On a different session, I was complimenting the bassist (an amazing player, super nice guy, sadly no longer with us) on his tone and instrument. He thanked me and said, “I play this one when I’m out with Larry.” The engineer asked, “Larry who?” He answered “Carlton.” I almost threw up in the sink.
 

DamnSingerAlsoDrums

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I'm a singer/songwriter from Canada. Last year, as a way to celebrate my 25 years career, I re-recorded new versions of my "hits". Up here we have a sort of alternative micro star system, appart from a few exceptions like Celine Dion who blow up globally, we don't have huge sales figures, but in my case it's been enough to live decently.

Anyway, around the end of june 2019, I had a few sessions at my brother's studio, with him on the bass, two guitar players, a drummer and me. We mostly played stuff live-to-tape. One morning, as I pull up for the day's work, the phone rings and it's a lady from what is our IRS and she is furious. She says she left me countless e-mails (at an adress no longer in use) and phone messages. I had disconnected my landline a few months prior but my accountant made the change in my tax account, it probably didn't register. So she thought I was trying to avoid her, wich just made her more suspicious and hungrier. And yeah, she told me she needed all the finacial records for my company for the last 5 years. Welcome to Auditville!!!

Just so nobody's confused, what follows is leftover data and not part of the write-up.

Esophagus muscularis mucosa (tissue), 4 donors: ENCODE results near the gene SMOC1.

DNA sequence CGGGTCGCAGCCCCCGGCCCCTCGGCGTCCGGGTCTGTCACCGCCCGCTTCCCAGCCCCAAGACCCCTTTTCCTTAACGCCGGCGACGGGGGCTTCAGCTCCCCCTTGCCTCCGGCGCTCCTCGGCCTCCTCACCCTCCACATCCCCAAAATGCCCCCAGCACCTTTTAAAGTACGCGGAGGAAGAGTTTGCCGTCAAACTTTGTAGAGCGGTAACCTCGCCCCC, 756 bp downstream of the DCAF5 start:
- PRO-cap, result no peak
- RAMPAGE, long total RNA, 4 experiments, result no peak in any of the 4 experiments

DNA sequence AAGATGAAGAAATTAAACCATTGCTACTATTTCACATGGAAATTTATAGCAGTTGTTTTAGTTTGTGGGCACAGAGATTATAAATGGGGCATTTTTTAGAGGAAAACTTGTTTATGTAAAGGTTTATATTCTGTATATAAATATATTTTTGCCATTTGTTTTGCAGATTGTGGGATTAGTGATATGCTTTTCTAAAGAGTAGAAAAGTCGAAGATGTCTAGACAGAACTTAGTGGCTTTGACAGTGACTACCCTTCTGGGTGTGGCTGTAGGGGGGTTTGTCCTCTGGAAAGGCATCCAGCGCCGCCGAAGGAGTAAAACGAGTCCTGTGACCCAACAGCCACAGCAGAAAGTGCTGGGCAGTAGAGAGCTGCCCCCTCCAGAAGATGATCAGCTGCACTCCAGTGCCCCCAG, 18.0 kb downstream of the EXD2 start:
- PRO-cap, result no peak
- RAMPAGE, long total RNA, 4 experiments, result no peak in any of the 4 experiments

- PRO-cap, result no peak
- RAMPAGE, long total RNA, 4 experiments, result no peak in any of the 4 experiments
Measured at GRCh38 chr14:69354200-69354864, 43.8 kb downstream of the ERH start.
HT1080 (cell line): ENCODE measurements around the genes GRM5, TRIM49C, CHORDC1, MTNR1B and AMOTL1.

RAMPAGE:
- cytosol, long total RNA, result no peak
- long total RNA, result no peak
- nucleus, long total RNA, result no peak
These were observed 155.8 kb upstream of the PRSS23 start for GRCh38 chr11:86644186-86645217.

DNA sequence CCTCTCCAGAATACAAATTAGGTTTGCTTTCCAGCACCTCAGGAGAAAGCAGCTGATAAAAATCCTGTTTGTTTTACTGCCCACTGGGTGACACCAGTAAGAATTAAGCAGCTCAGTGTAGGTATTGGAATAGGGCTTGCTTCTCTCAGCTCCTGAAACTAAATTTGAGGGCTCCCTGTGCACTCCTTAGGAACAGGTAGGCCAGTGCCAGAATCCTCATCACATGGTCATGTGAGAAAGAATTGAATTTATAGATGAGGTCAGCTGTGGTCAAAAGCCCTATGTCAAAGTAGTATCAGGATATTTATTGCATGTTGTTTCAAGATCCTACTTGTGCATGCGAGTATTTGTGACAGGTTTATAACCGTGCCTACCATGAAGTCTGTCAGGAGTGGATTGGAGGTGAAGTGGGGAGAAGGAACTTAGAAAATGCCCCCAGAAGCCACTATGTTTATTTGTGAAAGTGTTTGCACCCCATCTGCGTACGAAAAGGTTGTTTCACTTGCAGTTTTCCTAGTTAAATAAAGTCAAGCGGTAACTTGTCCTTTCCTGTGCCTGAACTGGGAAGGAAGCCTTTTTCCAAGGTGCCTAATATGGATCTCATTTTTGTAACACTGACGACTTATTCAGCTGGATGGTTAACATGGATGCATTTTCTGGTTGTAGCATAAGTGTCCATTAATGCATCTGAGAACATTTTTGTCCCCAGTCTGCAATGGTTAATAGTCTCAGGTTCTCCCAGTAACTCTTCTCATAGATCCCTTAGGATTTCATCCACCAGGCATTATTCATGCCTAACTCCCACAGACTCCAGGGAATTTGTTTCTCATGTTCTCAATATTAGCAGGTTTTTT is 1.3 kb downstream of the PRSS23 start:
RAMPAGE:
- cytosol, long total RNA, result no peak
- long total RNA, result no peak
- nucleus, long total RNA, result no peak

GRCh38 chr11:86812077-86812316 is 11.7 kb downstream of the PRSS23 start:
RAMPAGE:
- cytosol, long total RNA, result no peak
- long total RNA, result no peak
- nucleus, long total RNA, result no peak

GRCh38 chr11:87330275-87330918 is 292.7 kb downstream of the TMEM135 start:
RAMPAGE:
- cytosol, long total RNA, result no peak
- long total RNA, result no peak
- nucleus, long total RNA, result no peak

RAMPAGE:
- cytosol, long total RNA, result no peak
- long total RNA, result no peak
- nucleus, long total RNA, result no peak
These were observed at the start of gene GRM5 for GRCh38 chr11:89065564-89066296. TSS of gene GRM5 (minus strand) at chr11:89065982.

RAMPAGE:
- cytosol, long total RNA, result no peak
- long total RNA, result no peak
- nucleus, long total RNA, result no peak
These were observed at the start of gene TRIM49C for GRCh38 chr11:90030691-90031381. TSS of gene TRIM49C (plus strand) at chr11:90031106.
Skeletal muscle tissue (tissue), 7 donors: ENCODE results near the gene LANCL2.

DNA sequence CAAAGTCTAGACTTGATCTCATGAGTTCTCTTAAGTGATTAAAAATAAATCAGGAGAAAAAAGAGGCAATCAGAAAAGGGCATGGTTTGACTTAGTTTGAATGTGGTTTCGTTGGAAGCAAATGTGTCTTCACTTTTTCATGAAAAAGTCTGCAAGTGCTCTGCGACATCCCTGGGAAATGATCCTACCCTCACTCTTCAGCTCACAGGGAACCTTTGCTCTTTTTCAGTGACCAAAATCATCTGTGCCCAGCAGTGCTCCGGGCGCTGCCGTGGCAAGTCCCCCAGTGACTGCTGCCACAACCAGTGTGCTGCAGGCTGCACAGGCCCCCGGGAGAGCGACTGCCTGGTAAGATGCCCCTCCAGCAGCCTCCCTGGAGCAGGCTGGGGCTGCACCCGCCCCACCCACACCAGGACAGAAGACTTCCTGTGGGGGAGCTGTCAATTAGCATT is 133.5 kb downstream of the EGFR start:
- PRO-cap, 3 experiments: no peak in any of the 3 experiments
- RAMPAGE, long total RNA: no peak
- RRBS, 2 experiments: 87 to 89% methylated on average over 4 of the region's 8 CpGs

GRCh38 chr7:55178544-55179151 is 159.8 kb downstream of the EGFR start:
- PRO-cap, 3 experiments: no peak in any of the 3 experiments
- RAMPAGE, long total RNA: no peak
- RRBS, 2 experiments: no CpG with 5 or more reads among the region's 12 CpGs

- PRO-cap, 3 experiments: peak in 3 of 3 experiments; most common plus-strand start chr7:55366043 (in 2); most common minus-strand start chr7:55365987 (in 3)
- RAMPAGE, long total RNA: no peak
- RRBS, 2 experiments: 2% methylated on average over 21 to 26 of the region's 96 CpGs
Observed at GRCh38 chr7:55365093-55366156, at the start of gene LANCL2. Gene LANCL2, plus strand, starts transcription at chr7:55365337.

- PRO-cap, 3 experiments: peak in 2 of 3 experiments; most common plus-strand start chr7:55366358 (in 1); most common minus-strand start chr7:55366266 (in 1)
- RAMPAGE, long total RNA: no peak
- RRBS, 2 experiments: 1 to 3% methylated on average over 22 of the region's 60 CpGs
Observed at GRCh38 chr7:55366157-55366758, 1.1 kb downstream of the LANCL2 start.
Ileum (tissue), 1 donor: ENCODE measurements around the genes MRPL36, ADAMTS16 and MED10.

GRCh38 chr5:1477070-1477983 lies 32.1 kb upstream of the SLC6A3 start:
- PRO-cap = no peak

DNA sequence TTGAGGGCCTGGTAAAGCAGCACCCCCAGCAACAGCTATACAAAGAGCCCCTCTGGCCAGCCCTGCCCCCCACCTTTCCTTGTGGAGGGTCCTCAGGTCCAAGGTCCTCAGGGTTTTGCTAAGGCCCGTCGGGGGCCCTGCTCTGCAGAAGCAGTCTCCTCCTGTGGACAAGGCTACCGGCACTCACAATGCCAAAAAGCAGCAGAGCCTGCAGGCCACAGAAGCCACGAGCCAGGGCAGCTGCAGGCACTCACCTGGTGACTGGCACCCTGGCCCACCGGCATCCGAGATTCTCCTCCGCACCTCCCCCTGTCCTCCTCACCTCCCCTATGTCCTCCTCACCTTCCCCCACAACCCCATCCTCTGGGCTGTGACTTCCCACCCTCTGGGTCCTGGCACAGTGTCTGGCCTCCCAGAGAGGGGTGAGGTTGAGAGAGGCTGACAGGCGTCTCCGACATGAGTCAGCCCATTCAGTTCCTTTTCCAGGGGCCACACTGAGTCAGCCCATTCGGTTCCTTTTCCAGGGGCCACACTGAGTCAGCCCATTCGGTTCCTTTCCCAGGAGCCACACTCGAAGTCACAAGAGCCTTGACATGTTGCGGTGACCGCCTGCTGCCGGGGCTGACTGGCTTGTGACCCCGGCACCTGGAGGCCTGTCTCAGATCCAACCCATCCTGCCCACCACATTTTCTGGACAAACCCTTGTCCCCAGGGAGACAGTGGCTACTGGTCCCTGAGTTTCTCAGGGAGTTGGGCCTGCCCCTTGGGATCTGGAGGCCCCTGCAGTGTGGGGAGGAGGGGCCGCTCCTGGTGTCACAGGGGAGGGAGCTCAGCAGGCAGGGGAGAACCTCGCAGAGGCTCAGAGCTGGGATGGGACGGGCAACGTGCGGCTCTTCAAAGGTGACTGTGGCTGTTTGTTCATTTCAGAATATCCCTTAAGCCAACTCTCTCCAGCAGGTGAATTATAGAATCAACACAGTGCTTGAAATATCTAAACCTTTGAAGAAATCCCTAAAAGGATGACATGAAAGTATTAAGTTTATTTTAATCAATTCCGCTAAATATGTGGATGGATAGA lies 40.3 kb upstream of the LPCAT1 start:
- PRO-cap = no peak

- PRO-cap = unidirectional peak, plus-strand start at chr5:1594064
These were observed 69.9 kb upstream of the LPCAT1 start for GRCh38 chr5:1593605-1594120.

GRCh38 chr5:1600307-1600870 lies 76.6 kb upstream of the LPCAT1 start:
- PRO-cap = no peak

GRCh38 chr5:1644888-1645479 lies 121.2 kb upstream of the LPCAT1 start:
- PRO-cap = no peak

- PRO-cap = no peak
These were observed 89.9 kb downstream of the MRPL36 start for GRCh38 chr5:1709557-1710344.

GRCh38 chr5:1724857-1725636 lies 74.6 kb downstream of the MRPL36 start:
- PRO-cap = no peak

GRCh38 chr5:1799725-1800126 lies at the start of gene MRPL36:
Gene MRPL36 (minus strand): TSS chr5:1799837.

I was flagged in the government's system because of clerical error on my record label's part. But I didn't know that at the time. All I knew was that I was in for a few months of very thorough and pain-in-the butt checkup of all my accounting. And although I've got nothing to hide, I don't always keep all my receipts in order and it was, at the moment, a proper mess, so to speak.

The agent assigned to my case had no idea how the music industry works. Here we have tax exemptions for stuff like copyrights. So she went into my file and saw big amounts being processed, she was sure she had caught a big fraudster fish.